Recruitment: Before & After
One question I get asked a lot is, “How do you find ambassadors?”. So I asked Natasha Anderson, Marketing Officer at The Barbican, London to share her experiences with the recruitment process for her ‘Every101 Team’ earlier this summer 2010. Here’s the Before and After:
So what is the Every101 Team?
It’s a team of community ambassadors. We originally set up a street team that focused on a previous hip hop dance theatre show and had great success. A number of the street team wanted to stay on and do other things with the Barbican and we looked at how we could expand that. I am really interested in providing a ‘third space’ in the way of contact between The Barbican Centre and the communities we are trying to reach.
What will the Every101 team be promoting?
Their work will be linked to our ‘101 Things to Do this Summer’ programme. www.barbican.org.uk/101
How many people are you hoping to recruit?
We’re hoping to get 30 – 35 people, but we tend to have 25% drop off rate so we’ll be happy to get a good 25.
Why do people drop out?
Some people think they have lots of time and discover they don’t! Some people come for an interview and then you never see them again as they decide it wasn’t what they thought it was going to be…
What will the team be doing?
They will be out there in the community talking about The Barbican with confidence. I’m hoping each event in the summer programme will be led by a particular team member too, look out for them wearing red t-shirts and giving away ‘101 things to do this summer’ tote bags in a park near you.
What kind of person are you looking for?
The number one attribute they must have is passion for interacting with people, with a particular focus on Hackney and Tower Hamlets. There’s nothing better than a recommendation from a local person as its worth an ad space in the local newspaper. They don’t have to be from the area but they do need an understanding of the communities in it. It would also be great if they are interested in the arts if so, then we are interested in hearing from them.
Where are you advertising for the team?
• Via our own website barbican.org.uk
• Via the two councils
• Job centres
• Colleges and Universities
• Arts Council England arts jobs website
• Facebook and twitter of current street team members
We are also working with local residents’ associations to get people excited and involved with events in their local area..
What will the team members get from being involved?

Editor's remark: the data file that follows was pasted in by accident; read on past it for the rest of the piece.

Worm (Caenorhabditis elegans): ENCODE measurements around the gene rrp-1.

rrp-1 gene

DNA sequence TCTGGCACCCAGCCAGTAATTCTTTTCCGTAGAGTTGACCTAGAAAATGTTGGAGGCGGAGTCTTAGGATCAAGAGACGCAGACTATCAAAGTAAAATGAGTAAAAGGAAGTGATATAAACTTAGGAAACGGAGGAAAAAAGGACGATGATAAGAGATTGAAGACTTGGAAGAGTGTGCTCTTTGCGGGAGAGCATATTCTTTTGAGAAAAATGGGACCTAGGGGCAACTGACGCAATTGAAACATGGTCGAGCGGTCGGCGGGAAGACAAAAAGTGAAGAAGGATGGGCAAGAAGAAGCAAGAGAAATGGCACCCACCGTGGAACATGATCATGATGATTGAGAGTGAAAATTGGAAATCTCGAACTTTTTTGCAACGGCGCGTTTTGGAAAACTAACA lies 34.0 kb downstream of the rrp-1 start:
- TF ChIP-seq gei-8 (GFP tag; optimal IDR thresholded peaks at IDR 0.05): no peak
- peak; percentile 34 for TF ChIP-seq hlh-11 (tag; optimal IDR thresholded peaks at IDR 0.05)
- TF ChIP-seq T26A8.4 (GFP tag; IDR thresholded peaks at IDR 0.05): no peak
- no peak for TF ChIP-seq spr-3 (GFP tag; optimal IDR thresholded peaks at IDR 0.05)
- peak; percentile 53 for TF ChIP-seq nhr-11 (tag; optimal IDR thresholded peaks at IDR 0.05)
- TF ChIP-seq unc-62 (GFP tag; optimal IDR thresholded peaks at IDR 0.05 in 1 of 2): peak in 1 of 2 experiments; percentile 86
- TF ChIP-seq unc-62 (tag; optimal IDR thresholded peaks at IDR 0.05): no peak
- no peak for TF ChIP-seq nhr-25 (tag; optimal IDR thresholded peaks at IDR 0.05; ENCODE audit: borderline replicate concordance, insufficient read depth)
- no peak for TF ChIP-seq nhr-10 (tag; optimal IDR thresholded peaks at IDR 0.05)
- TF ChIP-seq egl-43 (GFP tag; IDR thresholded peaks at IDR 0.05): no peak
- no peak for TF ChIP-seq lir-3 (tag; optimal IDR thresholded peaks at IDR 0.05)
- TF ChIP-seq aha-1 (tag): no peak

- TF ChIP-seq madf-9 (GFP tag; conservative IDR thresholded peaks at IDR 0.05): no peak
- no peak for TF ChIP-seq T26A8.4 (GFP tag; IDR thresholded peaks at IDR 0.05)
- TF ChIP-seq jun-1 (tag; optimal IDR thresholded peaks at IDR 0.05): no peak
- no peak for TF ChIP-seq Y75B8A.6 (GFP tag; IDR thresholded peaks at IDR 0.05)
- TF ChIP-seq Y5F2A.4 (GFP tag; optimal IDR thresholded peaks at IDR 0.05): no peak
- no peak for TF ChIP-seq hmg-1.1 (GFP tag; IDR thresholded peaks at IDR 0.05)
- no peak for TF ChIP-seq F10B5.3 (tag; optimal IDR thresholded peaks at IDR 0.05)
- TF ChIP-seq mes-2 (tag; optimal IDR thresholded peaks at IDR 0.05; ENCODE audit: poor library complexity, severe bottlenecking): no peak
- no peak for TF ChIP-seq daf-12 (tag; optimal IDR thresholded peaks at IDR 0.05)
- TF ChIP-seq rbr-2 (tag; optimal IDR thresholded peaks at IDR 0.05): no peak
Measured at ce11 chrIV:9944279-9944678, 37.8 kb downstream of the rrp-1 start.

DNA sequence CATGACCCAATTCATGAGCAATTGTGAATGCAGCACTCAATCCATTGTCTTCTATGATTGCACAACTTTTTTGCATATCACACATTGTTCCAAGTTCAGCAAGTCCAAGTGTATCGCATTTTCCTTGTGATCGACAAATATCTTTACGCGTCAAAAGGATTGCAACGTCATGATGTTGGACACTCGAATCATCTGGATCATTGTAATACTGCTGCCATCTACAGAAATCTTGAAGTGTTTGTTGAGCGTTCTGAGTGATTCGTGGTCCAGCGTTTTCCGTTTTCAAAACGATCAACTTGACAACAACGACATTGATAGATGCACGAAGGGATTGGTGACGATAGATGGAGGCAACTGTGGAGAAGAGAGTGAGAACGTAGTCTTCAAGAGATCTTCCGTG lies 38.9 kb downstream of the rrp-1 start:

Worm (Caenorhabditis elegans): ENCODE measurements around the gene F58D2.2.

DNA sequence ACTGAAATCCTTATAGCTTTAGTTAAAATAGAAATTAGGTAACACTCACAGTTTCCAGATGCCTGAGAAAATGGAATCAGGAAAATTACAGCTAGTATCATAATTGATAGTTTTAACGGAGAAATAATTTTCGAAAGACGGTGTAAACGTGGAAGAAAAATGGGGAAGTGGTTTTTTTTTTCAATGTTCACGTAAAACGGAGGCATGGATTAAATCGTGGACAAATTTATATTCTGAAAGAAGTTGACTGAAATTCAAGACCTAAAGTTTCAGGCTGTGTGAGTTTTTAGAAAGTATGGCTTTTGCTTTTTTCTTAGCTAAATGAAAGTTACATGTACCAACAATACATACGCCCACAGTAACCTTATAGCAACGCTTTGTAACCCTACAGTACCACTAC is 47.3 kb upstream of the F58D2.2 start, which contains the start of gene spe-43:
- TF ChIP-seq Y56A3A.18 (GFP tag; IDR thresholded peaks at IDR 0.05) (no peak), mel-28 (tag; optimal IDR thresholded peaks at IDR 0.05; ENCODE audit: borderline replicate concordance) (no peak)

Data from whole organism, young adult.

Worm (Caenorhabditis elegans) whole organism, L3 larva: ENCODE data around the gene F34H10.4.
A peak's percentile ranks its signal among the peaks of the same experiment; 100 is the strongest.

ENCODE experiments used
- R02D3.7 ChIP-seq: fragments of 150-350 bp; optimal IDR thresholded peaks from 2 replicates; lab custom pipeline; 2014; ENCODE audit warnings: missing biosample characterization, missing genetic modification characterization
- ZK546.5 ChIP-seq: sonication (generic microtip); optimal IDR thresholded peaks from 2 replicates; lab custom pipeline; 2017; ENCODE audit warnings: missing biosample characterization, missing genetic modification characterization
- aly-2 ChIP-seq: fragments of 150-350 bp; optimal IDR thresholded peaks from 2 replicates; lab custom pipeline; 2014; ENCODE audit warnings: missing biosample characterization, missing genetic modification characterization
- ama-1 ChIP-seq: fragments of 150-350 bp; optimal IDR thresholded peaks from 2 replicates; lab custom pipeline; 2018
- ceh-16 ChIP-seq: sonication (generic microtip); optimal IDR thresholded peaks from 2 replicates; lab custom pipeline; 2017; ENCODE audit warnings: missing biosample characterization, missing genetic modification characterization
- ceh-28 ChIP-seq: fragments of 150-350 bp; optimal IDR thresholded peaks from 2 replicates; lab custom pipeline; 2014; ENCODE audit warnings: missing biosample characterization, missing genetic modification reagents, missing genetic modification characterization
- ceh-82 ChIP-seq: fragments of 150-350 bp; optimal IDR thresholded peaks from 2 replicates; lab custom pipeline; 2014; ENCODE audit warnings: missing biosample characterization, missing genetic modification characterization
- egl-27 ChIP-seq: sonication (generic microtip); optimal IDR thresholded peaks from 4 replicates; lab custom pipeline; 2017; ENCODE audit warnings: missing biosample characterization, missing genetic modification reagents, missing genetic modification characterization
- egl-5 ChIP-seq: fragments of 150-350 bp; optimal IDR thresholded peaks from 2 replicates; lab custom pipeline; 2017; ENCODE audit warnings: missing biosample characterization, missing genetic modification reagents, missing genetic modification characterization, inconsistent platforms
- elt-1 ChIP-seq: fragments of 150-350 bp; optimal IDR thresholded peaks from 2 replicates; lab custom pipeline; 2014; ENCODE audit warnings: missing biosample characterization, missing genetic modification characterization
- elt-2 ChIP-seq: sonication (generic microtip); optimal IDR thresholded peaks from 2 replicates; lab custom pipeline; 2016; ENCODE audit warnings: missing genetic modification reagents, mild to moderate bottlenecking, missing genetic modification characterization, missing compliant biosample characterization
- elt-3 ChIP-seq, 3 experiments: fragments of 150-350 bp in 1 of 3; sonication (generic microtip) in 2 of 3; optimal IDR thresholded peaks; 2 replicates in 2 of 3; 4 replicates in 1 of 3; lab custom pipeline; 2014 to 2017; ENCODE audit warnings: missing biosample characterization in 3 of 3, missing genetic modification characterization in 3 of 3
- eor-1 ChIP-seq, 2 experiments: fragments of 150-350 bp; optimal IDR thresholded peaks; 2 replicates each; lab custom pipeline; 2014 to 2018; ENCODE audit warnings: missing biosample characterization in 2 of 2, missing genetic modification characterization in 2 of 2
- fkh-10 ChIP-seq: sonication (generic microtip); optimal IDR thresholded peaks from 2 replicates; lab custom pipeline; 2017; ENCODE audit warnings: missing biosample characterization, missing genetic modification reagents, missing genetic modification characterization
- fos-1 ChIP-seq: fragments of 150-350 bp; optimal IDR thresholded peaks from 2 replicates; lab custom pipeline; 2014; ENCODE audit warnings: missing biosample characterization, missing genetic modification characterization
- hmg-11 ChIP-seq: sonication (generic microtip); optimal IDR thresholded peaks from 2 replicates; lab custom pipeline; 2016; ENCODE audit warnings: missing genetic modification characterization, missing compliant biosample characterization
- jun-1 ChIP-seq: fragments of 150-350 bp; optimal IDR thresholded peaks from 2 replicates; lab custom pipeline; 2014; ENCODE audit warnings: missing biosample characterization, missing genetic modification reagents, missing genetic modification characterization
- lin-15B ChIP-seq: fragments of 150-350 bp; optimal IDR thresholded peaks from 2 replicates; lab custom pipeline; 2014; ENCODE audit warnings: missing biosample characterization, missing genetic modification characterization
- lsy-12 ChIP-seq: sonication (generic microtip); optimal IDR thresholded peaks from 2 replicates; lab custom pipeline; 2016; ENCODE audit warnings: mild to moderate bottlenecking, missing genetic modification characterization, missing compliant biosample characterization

I think it’s a great opportunity to work for The Barbican and represent them at events in the local area, they will also understand what it means to work as part of a team that is proactive, engaging and interested in developing contacts. We also offer access to Barbican events and where possible tickets to other show in other organizations.
Sounds like you will be busy
Yes, I’ve brought in an intern and an assistant for the project.
Good Luck. Looking forward to hearing how you get on
Thank you! We’ll be interviewing the applicants this week.
So how did you get on?
We aimed for a team of 30 and out of nearly 80 applications we recruited 37! However, of these, 25 were active members. We paid them £7.50 per hour, per event or the team leaders were paid £8.41 per hour as they were responsible for organizing print arranging the team and sending team event reports.
What worked best regarding recruitment?
Advertising on our website was our best method. Also ArtsJobs and asking our current team to engage friends and family.
What did the team do?
Over a 9 week period They promoted 30 Barbican events which included 7 major outdoor events. They also did things like manning market stalls at events and flyering other events.
Did you do any online promotion?
Yes they did some networking on Facebook and took photos when they were out and about at events. The street team had their own Facebook group too, that is a subsidiary of the Barbican’s Facebook site. They also uploaded photos to Barbican Flickr accounts and used their own twitter accounts.
Did they make a difference?
Oh definitely. Our evidence is more anecdotal but for instance they saw people they had flyered at other events at others and due to the stall we had at each of our events the same faces would stop by and say hello.
Was there anything that didn’t work so well?
Working out a transport system for the print that needed to be delivered was problematic as we had to send the bulk of it by cab and courier, which cost us a small fortune! The feedback session was honest and frank: they told us they had felt over-communicated to as we would often send them 2 emails a day to rally support for events. We also had to adapt our ideas as we went along in terms of how the team leaders system worked. Originally we wanted to have one person leading on an event backed up by members of the team. But due to the availability of the leaders, it wasn’t always possible to get for them to work the shifts. So in the end we rotated the team leader role and gave different people a chance, which I actually think worked better as they all had a chance to do it differently and make the experience better.
Thanks for sharing this with us.